“It was always in the back of my mind, that maybe I would want to do that at some point,” Kay says. “But I think almost anyone—when you see the need in a place like that—feels the impact. We felt like that was what God wanted us to do. It wasn’t because we couldn’t have children. We would have adopted 10 if we could take them home.”

Commissioned by Houston based Anything But Plain and designed by Slovack-Bass, Kay completed this spectacular entryway mural.

By the time Wilson came to live with his new mom and dad last fall, Kay had given birth to Breckin, now two years old. Wilson, seven, who is fluent in English and Creole (not the New Orleans kind), has “really rocked our world in such a positive way, and his has changed for sure,” Kay says.

Independent, perfectionistic and dedicated—and unlike many introverted artists, an outgoing “people person”—Kay recently broadened her business palette to include national workshops, primarily in reactive painting, for decorative arts professionals. So many participants signed up for a class she offered at Chattanooga WorkSpace in February that she added a second one for the next day, and taught another in early April. The students, many of whom are members of the International Decorative Artisans League, learned how to incorporate reactive paints, plasters and textures into works of fine art.

A completed mural by Kay that was commissioned by MetalTek International in Chattanooga.

“It seems like a lot of the people who have a background in faux finishing and have successful businesses want to try something new,” she says. “They want to use some of the products and techniques that they already have, but do it more as a fine art and build their art portfolio. A lot of times it’s just because it’s easier not to be climbing ladders all day.”

Kay’s encouraging, one-on-one mentoring style has been well received. “I come from a family of teachers,” she says. “I always said I was not going to be a teacher, but I just kind of fell into it. People think they can’t do it and I know they can. They just have to go through the steps, so that’s fun for me to help them realize that.”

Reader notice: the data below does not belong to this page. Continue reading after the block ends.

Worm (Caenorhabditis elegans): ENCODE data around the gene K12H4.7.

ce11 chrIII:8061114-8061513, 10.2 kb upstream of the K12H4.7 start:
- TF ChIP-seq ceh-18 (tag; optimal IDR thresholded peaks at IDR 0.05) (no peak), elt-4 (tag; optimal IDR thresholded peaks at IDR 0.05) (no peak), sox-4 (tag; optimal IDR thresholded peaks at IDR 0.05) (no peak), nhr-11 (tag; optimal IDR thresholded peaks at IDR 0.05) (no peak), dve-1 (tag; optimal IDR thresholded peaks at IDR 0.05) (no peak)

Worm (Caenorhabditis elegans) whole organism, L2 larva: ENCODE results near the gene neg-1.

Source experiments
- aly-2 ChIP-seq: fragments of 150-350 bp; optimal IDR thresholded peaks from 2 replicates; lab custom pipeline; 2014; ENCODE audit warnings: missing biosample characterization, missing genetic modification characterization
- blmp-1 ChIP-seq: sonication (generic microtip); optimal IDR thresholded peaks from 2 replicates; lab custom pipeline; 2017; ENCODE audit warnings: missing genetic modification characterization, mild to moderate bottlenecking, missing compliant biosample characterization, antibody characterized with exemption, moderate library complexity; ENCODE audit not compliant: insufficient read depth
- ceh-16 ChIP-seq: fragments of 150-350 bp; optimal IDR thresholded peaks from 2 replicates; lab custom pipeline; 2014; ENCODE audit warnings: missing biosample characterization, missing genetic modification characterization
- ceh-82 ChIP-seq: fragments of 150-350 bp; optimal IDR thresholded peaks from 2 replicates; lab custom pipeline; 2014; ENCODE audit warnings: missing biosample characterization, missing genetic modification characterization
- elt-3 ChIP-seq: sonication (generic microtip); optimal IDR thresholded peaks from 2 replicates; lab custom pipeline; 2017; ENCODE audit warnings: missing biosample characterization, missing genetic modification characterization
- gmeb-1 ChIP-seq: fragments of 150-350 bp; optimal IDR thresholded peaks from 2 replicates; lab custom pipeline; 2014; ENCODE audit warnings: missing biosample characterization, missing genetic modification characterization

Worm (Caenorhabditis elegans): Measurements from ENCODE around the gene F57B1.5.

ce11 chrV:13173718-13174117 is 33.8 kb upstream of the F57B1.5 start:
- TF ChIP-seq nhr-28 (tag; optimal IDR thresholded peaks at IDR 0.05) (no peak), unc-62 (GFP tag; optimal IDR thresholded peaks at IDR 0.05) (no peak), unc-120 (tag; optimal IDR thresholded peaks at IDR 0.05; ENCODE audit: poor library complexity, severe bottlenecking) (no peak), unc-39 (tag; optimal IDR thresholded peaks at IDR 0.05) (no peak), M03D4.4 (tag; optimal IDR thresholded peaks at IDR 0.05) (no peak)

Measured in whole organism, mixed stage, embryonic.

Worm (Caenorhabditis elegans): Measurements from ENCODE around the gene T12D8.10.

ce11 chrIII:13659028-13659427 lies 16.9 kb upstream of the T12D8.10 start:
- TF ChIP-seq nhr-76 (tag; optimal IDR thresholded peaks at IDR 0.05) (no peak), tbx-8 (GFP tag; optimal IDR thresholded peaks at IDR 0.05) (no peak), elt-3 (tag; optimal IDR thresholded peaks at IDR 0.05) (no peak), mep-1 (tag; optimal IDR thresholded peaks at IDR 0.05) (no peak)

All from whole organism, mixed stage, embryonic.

One of a half-dozen “originals” who set up shop at Chattanooga WorkSpace when it opened in the spring of 2013, Kay credits the art incubator for establishing her presence in a new city and giving her an outlet to meet customers and other creative entrepreneurs. “Now, with my business expanding with workshops, that’s the kind of thing I couldn’t do if I was just working out of my house,” she says. “Being able to use that gallery downstairs has been awesome, and Chattanooga WorkSpace has come a long way with our Open Studio Nights. Every month it’s booming. The last OSN Friday we had there were several hundred people here. You never know when a new project’s going to come along.”

When she’s not working, Kay and her family enjoy skiing (both water and snow), wakeboarding and snowboarding. During summer months they enjoy launching their boat on the Tennessee River and leisurely cruising the developing waterfront.

Persistence, she says, is key to any artistic endeavor, including her own. “And also not being afraid to take on something I haven’t done before, because most of the time I’m doing something I haven’t done before,” she adds. “I usually just say, ‘Sure, I can do that.’ And then I think about how in the heck I’m going to do it. But there’s always a way.”

For more info see positivespaceart.com.

Story by Nancy Henderson

This story was originally published in Chattanooga Magazine.

Songs of the past inspire Chattanooga artist Jaime Barks

The songs of hometown churches tell a story about Chattanooga’s past. From Sunday mornings in church to family memories of loved ones lost. “My mom passed away about a decade ago when I was in my 20’s and she loved to sing loved old hymns,” says artist Jaime Barks.

Those memories, something that she never wants to lose. So with her paint brush and these hymnal pages gathered from thrift stores or yard sales, and estate sales, she is making sure they live on forever.